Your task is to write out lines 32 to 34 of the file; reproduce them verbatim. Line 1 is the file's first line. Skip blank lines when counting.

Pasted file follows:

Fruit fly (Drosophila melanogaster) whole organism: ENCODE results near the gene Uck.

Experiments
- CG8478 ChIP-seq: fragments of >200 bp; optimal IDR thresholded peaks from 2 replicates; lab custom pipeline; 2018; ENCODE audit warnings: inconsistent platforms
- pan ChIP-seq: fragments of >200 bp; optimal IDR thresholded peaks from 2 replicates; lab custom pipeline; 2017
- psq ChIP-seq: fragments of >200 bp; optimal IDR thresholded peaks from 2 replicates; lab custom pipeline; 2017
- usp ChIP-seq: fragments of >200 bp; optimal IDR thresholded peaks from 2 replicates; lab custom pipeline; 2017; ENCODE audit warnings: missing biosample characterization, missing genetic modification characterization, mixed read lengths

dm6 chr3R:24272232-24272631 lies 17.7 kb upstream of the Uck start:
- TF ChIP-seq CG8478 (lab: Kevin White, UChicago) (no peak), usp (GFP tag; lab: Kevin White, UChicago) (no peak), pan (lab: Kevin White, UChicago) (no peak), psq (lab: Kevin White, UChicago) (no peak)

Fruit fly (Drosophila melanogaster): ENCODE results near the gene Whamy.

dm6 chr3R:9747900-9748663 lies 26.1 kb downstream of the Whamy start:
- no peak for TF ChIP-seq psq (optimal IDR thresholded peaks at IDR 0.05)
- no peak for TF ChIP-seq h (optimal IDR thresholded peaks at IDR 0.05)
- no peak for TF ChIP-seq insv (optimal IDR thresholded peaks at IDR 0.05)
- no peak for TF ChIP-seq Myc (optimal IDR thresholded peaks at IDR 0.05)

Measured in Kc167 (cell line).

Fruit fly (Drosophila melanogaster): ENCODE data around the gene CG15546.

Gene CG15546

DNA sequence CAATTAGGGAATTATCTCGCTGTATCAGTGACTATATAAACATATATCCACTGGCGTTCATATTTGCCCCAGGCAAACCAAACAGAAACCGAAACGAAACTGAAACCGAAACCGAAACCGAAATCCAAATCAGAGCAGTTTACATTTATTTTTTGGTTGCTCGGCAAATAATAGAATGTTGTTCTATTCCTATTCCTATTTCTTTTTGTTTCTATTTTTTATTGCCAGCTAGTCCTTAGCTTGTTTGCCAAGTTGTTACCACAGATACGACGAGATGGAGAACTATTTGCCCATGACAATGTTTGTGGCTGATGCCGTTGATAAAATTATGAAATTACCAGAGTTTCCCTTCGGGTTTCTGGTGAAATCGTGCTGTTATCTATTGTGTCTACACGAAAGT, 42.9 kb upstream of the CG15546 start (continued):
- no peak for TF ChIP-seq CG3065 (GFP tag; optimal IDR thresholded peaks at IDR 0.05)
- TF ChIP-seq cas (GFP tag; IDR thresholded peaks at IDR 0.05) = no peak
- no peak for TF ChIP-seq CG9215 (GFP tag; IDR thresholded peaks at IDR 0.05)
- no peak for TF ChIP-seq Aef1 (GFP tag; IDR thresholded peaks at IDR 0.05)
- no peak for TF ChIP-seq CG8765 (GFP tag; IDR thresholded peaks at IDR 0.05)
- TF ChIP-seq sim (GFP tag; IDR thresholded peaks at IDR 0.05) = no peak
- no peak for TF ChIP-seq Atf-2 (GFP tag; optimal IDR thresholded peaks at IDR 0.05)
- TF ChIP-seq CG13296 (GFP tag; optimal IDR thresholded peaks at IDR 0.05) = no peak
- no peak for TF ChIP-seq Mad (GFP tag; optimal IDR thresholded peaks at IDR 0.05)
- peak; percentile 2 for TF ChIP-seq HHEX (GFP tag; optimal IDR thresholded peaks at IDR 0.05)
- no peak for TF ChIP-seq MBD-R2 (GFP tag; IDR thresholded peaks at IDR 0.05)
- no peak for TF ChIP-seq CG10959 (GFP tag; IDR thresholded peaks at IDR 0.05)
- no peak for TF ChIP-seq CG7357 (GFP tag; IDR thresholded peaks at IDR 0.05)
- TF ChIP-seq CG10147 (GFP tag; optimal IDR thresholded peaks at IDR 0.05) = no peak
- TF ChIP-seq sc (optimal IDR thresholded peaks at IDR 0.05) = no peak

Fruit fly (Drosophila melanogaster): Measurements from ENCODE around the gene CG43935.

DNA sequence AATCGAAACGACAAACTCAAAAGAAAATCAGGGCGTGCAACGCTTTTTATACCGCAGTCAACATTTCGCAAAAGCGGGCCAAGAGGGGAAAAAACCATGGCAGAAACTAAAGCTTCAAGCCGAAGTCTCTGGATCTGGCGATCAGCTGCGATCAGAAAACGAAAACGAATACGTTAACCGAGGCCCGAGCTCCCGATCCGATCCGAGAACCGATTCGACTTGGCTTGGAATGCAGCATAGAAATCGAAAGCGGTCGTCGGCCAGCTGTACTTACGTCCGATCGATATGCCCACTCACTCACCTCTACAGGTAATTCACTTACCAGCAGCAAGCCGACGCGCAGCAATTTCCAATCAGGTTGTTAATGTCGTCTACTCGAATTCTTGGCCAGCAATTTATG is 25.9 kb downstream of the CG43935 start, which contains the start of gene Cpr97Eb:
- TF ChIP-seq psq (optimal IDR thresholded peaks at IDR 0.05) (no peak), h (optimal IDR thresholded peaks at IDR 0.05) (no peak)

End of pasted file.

- TF ChIP-seq CG10147 (GFP tag; optimal IDR thresholded peaks at IDR 0.05) = no peak
- TF ChIP-seq sc (optimal IDR thresholded peaks at IDR 0.05) = no peak

Fruit fly (Drosophila melanogaster): Measurements from ENCODE around the gene CG43935.